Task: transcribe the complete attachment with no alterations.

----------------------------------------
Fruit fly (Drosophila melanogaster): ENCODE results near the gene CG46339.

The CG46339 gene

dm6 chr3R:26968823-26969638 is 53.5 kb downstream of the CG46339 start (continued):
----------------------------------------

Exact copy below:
Fruit fly (Drosophila melanogaster): ENCODE results near the gene CG46339.

The CG46339 gene

dm6 chr3R:26968823-26969638 is 53.5 kb downstream of the CG46339 start (continued):